Australian track cycling star Matthew Glaetzer is targeting two World Cup games next month, despite his cancer treatment. The two-time world champion remains focused on the Tokyo Olympics next year after having surgery for thyroid cancer last week.
British cycling legend Sir Chris Hoy has joined his Australian teammates to post social media messages for Glaetzer following weekend news. Glaetzer was diagnosed at the end of last month after neck pains, which the London and Rio Olympics first inflicted on strength training. But when the problem did not improve, tests showed the severity of the problem.
Glaetzer must rest for the next few days, but he is still determined to participate in the World Cup in Cambridge, New Zealand, from December 6 to 8. Then comes the Australian event in Brisbane from 13 to 15 December, a decisive step for the national track team in preparation for Tokyo. After Brisbane, Glaetzer will follow a course of radioactive iodine tablets for his cancer treatment.
"It will help me solve the problem if I minimize it, obviously I know it's very serious, but at the same time it's very treatable," said Glaetzer. "So now what's in the plan, how can I minimize its impact on myself as an athlete? Because I do not want to stop being an athlete so early, I like what I do. I will not stop racing after the Olympics and try to be the best in the world, that's what I like to do. "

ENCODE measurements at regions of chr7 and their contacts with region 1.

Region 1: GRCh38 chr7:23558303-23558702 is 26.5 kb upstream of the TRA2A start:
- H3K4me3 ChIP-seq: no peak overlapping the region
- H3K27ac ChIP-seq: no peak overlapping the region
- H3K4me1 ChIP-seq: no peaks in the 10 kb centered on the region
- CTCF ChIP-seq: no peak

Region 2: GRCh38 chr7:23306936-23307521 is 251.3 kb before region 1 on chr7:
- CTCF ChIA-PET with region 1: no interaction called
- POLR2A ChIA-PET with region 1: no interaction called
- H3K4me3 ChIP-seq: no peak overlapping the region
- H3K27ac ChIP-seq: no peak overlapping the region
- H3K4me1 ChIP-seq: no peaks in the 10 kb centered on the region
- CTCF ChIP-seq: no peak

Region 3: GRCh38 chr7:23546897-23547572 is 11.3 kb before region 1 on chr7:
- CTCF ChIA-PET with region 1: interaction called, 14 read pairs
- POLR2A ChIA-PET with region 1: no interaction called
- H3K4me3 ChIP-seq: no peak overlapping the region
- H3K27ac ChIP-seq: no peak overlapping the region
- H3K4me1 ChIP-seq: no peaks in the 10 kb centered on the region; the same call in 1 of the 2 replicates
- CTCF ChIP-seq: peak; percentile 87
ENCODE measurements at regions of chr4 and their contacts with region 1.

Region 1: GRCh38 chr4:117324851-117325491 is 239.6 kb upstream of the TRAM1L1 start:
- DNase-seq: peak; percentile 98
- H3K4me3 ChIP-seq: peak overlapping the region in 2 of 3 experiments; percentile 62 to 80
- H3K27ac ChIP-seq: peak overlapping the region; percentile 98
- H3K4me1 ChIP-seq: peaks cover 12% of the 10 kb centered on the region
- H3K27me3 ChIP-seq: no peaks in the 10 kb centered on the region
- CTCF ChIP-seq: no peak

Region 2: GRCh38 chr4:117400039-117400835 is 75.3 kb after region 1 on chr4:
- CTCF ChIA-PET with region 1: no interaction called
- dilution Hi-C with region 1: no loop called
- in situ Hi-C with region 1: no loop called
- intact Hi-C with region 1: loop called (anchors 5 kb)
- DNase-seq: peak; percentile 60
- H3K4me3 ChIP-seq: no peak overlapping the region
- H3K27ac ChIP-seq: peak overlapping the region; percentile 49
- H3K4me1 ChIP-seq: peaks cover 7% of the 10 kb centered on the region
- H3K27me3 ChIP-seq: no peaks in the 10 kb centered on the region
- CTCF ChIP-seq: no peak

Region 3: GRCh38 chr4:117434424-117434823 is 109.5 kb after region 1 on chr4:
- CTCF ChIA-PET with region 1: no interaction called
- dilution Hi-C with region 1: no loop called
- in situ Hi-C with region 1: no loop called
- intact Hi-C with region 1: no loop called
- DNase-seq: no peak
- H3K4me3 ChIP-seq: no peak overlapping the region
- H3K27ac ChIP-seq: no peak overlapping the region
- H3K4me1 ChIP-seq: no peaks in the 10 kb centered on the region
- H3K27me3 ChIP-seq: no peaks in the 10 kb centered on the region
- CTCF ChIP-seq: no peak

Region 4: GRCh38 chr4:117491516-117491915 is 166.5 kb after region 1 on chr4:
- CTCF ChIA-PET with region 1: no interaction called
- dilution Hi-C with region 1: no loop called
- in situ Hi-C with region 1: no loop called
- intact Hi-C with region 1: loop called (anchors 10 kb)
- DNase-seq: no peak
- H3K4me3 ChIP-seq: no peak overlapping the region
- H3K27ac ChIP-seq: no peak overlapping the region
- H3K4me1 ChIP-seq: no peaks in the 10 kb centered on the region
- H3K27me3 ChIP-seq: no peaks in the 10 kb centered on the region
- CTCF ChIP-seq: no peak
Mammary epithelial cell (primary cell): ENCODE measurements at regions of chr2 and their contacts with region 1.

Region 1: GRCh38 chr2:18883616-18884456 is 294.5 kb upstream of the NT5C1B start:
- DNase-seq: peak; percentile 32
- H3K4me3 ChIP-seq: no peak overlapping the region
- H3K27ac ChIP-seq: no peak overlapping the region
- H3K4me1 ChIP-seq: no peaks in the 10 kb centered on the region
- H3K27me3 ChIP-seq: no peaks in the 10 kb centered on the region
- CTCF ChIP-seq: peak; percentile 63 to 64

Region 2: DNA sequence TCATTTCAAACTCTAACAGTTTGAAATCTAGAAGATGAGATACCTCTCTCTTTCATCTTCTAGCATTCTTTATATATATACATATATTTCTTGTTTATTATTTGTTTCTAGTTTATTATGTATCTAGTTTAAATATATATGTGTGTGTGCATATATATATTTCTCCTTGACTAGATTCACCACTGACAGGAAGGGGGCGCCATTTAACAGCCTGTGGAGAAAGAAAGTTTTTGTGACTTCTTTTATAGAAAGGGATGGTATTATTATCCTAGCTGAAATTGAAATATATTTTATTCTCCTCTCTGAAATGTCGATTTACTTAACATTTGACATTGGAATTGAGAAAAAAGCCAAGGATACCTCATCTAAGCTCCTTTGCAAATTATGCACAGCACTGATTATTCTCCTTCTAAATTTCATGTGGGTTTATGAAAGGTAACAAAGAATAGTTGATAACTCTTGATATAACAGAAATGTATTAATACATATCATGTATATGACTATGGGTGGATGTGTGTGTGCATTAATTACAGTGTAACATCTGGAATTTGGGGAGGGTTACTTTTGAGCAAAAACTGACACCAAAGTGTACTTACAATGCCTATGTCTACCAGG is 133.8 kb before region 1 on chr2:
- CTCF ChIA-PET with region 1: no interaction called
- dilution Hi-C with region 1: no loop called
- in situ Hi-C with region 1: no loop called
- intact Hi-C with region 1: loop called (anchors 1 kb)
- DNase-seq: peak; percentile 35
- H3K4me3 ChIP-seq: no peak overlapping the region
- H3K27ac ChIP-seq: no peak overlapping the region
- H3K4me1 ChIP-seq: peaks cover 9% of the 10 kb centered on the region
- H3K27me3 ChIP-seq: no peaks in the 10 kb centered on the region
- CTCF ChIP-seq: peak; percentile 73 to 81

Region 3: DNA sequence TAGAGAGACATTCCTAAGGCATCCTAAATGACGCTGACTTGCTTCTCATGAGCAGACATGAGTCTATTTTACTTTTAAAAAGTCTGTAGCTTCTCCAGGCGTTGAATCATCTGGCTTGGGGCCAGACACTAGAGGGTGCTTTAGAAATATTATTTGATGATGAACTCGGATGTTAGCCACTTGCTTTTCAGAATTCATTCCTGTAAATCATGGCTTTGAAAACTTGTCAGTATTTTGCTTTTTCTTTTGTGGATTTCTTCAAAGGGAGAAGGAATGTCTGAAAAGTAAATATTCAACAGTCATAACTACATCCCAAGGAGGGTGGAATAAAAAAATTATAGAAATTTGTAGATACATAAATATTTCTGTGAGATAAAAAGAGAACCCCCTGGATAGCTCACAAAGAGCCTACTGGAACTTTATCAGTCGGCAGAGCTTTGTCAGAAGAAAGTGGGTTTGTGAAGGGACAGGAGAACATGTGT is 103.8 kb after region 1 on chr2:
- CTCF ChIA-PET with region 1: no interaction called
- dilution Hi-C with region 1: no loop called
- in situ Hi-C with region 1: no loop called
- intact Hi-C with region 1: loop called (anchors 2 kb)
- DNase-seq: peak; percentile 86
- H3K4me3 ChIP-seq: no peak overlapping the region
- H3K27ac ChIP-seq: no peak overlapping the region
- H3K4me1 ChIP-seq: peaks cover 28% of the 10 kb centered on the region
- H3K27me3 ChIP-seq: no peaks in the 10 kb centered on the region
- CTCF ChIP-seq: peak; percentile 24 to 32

A deeply religious man, Glaetzer is inspired by his faith to help him treat his diagnosis and his treatment. "I thought I could not do anything about it, at this point I was worried it would not make it any better," he said. "Then I was inspired by my faith in God, I knew that he was mastering it."
Hoy tweeted that he was sending force to Glaetzer, adding "you will get through this companion". Glaetzer is grateful for his strong support. "The support network that I have is incredible, the coaches, the medical staff and the community of my church that I spoke to have provided support," he said. he declares.
"It was a very good group of very close people who were close to me and supported me throughout the secret phase and kept it secret until surgery. It's a pretty big elephant in the room for me, so it helped me to know that my teammates knew it. If I had to be upset or if they saw something a little unusual during a normal training day, they would know why and it helped me.